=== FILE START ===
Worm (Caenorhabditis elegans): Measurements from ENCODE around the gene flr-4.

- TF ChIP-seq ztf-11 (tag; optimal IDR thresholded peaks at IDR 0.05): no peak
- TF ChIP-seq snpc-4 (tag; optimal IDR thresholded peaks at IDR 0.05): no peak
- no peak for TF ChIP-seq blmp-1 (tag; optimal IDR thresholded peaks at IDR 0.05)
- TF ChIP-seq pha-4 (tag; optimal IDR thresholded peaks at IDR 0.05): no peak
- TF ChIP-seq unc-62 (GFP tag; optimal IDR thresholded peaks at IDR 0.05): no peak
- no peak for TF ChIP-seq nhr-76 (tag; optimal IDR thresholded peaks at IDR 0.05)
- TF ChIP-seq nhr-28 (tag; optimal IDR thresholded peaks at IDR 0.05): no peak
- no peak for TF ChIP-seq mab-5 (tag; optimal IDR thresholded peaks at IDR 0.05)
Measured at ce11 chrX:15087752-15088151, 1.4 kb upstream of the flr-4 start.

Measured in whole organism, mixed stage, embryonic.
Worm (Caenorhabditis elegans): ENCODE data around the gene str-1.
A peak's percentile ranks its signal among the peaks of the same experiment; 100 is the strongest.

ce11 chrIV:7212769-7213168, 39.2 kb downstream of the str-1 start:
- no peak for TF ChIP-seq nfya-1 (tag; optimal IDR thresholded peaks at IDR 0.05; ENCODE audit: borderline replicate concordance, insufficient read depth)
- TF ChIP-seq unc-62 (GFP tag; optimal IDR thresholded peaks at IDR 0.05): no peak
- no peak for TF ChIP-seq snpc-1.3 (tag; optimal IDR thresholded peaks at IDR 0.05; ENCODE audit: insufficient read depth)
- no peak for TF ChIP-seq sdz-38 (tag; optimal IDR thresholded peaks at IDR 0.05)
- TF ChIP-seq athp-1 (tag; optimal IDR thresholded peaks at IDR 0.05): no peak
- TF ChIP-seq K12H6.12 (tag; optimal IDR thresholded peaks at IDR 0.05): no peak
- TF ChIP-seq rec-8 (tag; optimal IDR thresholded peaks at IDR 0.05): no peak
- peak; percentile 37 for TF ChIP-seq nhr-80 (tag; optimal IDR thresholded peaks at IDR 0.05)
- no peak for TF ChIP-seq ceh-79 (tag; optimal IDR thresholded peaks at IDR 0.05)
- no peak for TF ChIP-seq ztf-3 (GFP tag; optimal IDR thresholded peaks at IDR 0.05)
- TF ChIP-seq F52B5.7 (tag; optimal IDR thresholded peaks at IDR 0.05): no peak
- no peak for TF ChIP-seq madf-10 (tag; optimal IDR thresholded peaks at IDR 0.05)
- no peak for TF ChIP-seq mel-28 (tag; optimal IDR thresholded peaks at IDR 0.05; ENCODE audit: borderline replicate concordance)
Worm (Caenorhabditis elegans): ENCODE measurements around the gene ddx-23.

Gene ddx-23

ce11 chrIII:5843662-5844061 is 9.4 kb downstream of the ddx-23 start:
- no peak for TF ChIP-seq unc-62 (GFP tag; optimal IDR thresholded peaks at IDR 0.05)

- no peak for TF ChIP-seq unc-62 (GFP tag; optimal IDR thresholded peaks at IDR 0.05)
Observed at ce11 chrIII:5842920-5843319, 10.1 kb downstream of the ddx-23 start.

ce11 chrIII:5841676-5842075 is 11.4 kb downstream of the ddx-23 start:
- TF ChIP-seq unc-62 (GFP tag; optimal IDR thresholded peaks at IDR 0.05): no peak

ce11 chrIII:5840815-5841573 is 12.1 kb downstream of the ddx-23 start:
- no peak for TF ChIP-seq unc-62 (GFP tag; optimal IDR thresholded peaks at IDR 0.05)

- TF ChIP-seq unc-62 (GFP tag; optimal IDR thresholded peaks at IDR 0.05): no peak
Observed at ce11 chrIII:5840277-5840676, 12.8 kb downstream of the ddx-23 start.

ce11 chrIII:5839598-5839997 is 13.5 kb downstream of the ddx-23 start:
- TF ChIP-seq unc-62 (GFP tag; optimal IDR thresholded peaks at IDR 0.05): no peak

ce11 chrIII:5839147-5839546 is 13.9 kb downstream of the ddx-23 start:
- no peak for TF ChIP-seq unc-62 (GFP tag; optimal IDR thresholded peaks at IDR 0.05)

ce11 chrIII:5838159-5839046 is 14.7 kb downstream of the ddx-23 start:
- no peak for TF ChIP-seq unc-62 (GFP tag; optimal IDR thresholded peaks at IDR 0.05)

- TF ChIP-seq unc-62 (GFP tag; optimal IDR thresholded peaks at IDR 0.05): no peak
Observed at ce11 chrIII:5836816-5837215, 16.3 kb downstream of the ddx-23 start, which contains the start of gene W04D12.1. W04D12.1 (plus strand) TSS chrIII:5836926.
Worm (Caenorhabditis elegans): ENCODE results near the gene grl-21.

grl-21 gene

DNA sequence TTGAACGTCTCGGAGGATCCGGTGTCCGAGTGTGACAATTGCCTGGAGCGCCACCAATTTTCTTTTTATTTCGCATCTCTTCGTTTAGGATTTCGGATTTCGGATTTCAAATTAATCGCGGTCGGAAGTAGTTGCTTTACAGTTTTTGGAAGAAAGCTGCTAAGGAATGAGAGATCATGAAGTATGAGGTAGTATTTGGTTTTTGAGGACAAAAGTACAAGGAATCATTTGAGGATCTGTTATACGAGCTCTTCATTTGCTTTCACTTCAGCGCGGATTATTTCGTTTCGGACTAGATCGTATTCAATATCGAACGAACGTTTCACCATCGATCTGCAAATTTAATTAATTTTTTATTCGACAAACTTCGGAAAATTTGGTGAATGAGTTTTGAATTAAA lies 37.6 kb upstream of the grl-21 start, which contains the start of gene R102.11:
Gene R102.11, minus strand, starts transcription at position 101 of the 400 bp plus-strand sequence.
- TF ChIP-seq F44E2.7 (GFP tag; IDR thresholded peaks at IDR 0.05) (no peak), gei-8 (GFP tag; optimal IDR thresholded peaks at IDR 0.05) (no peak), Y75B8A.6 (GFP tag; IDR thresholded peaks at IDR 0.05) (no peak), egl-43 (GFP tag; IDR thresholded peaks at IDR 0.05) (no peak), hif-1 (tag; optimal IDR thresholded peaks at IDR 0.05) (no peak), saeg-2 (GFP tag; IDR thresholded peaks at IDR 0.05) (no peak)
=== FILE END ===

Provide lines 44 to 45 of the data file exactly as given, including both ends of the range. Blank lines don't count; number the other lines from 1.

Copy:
ce11 chrIII:5838159-5839046 is 14.7 kb downstream of the ddx-23 start:
- no peak for TF ChIP-seq unc-62 (GFP tag; optimal IDR thresholded peaks at IDR 0.05)